The 360-degree panoramas on Google Maps are definitely fun to explore, but they’ve been mostly created by Google up until now. Lucky owners of devices running Android 4.2 Jelly Bean are now able to use the nifty photo sphere capability of their camera app to add images to Google Maps with Views, a new photo-sharing hub for sharing the 360-degree panoramas.
We recently covered how Google Maps depends on the kindness of strangers to make edits and additions via Map Maker, but the new, plainly-named Views allows users to upload 360-degree panorama shots of various locations to add to Google’s new Maps. Of course, the catch is that user-added photo spheres make Google’s product better, but the company doesn’t compensate anyone who adds a photo sphere to a location.
Google wants anyone to be able to contribute photo spheres, even if they don’t have a device running Android 4.2. Below, we’ll walk you through how to take and upload a photo sphere using either your Android 4.2 device or your DSLR.
Using an Android 4.2 device
Shooting a photo sphere in your Android 4.2 phone or tablet is simple. In your device’s Camera app, look for the little camera icon in the bottom left-hand corner. Touch this, and it’ll open a menu for video, panorama, or what looks like an inverted panorama symbol on a globe. Tap the latter one; that’s the photo sphere button. Holding your device vertically and close to your face level, capture the scene by positioning your camera so that the blue dot lines up with the center of the doughnut. Stand in the same spot as you rotate and continue matching up the blue dot to the center of the doughnut. You don’t have to hit all the dots, but the more you do, the more accurate the photo sphere will be.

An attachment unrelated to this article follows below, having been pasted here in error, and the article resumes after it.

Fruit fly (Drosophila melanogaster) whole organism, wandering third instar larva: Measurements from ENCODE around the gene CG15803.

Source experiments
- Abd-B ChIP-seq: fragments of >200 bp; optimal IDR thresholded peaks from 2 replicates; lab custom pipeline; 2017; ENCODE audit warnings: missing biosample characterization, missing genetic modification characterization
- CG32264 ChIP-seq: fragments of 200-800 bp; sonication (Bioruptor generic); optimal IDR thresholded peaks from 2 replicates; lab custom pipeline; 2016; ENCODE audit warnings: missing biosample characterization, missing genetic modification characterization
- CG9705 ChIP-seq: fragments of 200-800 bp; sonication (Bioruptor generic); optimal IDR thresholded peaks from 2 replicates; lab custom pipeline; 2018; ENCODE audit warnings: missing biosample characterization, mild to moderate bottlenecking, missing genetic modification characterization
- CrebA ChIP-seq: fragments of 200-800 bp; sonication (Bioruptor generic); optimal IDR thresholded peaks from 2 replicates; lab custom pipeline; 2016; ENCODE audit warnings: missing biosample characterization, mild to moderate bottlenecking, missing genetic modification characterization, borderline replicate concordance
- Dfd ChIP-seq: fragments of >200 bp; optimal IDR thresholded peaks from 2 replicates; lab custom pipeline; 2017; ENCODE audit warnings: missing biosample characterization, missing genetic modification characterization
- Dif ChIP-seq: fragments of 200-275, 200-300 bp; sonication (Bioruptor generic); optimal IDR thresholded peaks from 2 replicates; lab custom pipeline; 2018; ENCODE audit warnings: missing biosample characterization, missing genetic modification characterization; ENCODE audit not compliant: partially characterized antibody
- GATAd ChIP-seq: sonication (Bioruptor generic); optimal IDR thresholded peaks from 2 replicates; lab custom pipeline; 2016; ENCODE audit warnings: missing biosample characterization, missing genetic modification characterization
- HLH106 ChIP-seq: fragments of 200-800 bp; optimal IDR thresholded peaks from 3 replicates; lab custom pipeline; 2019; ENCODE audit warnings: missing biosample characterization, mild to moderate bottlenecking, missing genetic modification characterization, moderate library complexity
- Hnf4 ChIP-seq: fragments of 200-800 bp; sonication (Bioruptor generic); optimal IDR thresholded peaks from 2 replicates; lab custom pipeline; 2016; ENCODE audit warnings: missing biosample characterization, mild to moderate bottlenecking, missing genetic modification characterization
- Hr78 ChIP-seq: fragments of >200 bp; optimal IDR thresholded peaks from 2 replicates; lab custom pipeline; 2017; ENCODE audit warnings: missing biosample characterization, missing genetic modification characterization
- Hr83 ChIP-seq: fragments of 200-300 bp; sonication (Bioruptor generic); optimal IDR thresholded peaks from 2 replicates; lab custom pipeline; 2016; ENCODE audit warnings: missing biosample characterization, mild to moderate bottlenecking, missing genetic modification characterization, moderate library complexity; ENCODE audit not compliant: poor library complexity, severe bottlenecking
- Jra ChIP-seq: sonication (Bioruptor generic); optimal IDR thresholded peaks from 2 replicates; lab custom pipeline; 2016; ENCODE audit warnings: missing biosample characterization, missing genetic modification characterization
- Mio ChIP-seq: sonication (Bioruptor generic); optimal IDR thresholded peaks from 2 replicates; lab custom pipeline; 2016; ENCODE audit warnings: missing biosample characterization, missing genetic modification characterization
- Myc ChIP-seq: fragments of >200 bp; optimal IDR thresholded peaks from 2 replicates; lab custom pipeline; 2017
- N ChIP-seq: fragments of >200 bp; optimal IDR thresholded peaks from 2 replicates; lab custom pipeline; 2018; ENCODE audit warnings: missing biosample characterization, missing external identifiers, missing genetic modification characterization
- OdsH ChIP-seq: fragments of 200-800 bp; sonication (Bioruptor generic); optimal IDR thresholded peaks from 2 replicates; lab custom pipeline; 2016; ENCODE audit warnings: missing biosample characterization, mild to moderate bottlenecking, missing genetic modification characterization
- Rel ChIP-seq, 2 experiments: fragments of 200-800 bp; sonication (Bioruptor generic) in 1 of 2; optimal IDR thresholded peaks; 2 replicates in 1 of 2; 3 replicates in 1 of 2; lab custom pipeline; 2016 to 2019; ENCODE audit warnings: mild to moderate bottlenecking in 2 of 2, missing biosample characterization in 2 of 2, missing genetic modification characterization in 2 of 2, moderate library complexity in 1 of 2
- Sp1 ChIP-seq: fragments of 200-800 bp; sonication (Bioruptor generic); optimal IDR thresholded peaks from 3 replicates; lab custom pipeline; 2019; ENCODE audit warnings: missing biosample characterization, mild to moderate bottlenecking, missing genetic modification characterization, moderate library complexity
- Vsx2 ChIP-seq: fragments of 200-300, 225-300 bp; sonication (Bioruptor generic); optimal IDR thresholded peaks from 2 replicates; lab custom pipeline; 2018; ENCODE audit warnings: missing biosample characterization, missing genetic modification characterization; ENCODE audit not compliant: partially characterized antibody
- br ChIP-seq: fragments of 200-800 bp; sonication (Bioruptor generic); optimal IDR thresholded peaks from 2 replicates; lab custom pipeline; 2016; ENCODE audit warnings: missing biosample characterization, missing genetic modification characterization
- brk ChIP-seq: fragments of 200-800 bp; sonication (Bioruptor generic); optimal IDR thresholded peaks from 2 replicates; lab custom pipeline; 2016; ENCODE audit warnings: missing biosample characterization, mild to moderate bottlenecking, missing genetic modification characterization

Google says you need to complete at least five rotations, tilting your camera up or down, to create a full photo sphere. Once you’re done capturing, just press the stop button at the bottom of the screen.
To share your photo sphere, simply press the Share icon and select Google Maps. You’ll see a warning that you will be sharing publicly on the Web. The location and date of the photo sphere will be displayed publicly. If you’re comfortable sharing, press “Publish.” A message will pop up telling you that your Photo Sphere will be public on Google Maps as soon as it’s been reviewed. That’s it! All you have to do is wait.